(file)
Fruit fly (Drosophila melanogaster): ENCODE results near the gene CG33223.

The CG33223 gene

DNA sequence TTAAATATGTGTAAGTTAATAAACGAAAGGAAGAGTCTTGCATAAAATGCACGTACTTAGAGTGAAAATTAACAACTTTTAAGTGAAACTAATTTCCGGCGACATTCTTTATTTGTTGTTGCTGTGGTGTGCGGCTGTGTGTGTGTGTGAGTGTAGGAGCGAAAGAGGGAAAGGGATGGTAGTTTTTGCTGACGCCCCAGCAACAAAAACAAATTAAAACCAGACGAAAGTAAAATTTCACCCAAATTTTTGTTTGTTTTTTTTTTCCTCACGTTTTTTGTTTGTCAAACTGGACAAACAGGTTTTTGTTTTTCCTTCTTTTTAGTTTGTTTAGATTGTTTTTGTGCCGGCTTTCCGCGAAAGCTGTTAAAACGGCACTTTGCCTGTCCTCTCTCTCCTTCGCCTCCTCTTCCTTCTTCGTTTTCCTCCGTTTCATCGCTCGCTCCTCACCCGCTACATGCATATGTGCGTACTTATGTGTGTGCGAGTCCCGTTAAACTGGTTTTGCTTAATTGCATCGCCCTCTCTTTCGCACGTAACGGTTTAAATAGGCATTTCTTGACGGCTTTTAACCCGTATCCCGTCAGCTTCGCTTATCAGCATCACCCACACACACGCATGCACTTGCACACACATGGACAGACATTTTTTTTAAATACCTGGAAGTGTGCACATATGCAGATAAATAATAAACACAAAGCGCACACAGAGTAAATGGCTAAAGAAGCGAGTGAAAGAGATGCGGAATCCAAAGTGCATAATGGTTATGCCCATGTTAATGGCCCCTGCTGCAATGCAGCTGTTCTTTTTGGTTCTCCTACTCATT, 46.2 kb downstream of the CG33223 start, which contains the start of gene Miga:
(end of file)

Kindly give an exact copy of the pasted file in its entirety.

Fruit fly (Drosophila melanogaster): ENCODE results near the gene CG33223.

The CG33223 gene

DNA sequence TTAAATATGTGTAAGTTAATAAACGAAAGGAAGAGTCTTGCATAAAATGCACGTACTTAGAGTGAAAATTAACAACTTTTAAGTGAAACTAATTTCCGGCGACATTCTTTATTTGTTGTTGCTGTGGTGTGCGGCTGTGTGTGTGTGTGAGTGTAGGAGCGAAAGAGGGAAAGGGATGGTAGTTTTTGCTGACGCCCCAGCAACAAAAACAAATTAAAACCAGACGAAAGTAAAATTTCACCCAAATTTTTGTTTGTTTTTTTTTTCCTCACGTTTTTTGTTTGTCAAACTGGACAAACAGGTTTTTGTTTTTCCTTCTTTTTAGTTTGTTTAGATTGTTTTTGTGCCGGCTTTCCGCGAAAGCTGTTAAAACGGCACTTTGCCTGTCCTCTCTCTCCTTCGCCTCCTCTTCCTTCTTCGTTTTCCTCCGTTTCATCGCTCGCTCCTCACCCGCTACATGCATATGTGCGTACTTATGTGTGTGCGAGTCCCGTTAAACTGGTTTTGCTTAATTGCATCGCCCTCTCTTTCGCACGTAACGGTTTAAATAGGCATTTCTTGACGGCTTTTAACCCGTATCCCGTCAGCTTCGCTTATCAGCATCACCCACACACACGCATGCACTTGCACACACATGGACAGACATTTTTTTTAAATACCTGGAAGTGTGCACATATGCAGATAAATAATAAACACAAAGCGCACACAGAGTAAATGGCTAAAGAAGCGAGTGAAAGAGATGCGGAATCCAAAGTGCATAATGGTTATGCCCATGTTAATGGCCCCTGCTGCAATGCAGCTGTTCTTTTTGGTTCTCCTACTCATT, 46.2 kb downstream of the CG33223 start, which contains the start of gene Miga: